Economic Crises and Policy Regimes
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Economic Crises and Policy Regimes

The Dynamics of Policy Innovation and Paradigmatic Change

Edited by Hideko Magara

In this innovative book, Hideko Magara brings together an expert team to explore both the possibilities and difficulties of transitioning from a neoliberal policy regime to an alternative regime through drastic policy innovations. The authors argue that, for more than two decades, citizens in developed countries have witnessed massive job losses, lowered wages, slow economic growth and widening inequality under a neoliberal policy regime that has placed heavy constraints on policy choices.
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Chapter 11: A political analysis of the global financial crisis: implications for crisis governance

Alberto Martinelli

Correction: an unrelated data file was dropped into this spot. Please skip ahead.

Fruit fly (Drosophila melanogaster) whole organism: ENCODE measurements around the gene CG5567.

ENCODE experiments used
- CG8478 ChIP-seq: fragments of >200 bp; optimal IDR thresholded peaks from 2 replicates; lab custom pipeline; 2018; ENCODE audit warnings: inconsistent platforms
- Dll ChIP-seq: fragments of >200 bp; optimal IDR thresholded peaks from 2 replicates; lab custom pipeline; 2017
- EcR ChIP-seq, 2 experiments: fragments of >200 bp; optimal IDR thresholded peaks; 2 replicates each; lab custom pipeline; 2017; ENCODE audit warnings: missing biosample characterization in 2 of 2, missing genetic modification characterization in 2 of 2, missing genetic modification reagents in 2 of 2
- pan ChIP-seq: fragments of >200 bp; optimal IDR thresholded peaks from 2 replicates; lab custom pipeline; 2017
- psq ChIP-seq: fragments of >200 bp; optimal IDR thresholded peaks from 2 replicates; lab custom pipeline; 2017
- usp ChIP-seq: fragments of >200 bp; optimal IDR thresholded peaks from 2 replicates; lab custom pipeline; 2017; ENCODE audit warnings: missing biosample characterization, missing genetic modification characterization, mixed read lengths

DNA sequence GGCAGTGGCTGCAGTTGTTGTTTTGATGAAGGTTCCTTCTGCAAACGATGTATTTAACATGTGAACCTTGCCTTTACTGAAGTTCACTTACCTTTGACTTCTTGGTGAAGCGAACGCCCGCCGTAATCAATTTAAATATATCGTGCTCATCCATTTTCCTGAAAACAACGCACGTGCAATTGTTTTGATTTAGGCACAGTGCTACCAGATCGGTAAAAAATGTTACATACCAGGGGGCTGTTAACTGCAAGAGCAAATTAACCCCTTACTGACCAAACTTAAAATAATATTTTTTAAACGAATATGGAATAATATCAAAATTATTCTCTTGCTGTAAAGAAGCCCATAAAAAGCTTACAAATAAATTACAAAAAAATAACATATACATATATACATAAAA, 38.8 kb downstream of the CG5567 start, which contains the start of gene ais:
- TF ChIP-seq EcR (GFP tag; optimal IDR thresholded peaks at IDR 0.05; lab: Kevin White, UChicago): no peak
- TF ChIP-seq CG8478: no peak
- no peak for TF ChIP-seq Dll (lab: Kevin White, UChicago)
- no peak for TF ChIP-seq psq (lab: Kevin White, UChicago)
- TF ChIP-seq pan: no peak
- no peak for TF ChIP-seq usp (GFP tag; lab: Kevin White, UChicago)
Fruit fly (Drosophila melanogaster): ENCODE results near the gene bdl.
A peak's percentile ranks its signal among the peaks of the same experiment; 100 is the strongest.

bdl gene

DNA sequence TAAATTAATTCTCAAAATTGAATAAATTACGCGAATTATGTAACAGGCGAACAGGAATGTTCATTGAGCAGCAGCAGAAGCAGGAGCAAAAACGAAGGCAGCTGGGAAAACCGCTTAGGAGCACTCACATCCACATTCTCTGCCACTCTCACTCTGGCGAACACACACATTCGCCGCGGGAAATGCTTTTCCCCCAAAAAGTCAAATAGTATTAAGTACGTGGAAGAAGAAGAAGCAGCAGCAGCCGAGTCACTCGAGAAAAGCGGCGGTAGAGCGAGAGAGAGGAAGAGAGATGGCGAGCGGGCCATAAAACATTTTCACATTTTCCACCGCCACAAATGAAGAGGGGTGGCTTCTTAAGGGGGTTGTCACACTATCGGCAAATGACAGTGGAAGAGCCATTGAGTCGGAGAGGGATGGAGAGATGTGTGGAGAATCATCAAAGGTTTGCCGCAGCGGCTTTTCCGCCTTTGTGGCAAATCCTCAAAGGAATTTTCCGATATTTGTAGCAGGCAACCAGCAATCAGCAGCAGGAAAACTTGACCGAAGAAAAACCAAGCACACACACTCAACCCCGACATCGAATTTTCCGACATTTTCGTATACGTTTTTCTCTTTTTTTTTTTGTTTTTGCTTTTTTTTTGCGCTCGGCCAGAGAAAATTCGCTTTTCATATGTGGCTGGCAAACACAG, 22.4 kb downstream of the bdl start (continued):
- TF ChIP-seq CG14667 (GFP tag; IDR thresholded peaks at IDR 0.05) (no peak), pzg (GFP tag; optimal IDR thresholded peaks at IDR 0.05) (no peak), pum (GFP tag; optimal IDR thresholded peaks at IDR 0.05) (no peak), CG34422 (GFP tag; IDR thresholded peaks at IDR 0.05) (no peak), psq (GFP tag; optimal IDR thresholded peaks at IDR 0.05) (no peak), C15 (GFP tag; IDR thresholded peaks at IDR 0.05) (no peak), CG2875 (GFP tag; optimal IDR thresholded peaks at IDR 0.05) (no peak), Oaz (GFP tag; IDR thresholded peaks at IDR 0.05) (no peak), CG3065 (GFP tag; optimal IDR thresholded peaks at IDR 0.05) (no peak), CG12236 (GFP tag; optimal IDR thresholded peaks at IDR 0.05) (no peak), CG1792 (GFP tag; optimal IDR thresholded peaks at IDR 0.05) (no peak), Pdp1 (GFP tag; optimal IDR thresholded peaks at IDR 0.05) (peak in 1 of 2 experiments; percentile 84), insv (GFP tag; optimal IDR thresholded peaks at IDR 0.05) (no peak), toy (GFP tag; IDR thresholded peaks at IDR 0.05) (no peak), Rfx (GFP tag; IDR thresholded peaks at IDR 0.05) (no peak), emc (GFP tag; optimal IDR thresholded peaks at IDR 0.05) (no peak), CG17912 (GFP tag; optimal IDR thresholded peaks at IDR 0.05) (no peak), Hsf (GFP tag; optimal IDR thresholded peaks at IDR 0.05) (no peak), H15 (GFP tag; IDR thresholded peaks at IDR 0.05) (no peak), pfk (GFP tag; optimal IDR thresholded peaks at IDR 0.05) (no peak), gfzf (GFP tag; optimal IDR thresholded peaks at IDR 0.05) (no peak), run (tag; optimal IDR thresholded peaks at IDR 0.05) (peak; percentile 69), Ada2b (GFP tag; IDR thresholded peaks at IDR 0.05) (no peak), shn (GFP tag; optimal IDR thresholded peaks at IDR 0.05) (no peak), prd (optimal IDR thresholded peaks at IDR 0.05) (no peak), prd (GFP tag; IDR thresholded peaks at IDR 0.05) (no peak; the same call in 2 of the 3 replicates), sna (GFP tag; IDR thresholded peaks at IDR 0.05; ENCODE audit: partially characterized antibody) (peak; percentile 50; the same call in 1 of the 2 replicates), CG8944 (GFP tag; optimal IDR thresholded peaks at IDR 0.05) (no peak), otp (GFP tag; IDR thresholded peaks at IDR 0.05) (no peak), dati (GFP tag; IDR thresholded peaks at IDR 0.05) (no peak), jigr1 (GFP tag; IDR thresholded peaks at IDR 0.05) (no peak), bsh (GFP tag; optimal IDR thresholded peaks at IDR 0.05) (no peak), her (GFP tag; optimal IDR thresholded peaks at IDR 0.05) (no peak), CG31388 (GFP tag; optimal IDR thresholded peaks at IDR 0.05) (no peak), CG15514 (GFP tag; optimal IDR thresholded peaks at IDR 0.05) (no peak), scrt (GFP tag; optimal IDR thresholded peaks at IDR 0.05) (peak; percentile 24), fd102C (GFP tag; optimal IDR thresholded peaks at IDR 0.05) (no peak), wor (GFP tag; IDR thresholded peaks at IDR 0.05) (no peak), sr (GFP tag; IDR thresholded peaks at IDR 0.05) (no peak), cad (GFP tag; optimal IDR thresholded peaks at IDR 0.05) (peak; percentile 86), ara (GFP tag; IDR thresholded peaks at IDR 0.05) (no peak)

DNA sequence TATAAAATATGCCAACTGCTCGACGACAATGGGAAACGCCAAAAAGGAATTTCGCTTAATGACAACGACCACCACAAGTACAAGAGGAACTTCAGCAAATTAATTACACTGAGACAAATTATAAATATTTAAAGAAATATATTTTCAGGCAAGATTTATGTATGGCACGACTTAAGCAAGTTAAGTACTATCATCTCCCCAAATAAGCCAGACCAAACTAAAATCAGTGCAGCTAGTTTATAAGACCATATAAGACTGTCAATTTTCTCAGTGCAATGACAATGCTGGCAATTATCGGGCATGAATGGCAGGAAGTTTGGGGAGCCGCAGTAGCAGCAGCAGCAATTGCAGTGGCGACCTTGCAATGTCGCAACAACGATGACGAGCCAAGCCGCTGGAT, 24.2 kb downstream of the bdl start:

The economies of the developed countries of Europe, USA and Japan are still struggling with one of the longer stagnations of modern capitalism. The current financial crisis is a sequence of related crises that did not hit in the same way and with the same intensity the different varieties of capitalism. Using the metaphor of a virus jumping between species, one can say that the global financial crisis, which was triggered by the sub-prime crisis in 2007 and reached a dramatic peak with the bankruptcy of Lehman Brothers in September 2008, did not cause the collapse of world finance because governments rescued banks with taxpayers' money but it contributed to an economic recession with a sharp decline in production and per capita income and a loss of jobs. The crisis entered a new phase with the sovereign debt crisis of some Eurozone economies; and then it reached another peak, adding a social and a political dimension, with a further rise in unemployment, increasing poverty and social exclusion, as well as growing political dissatisfaction, declining consensus among the middle classes, a resurgence of populist nationalism, which challenged the established parties and in some cases even threatened democratic stability.

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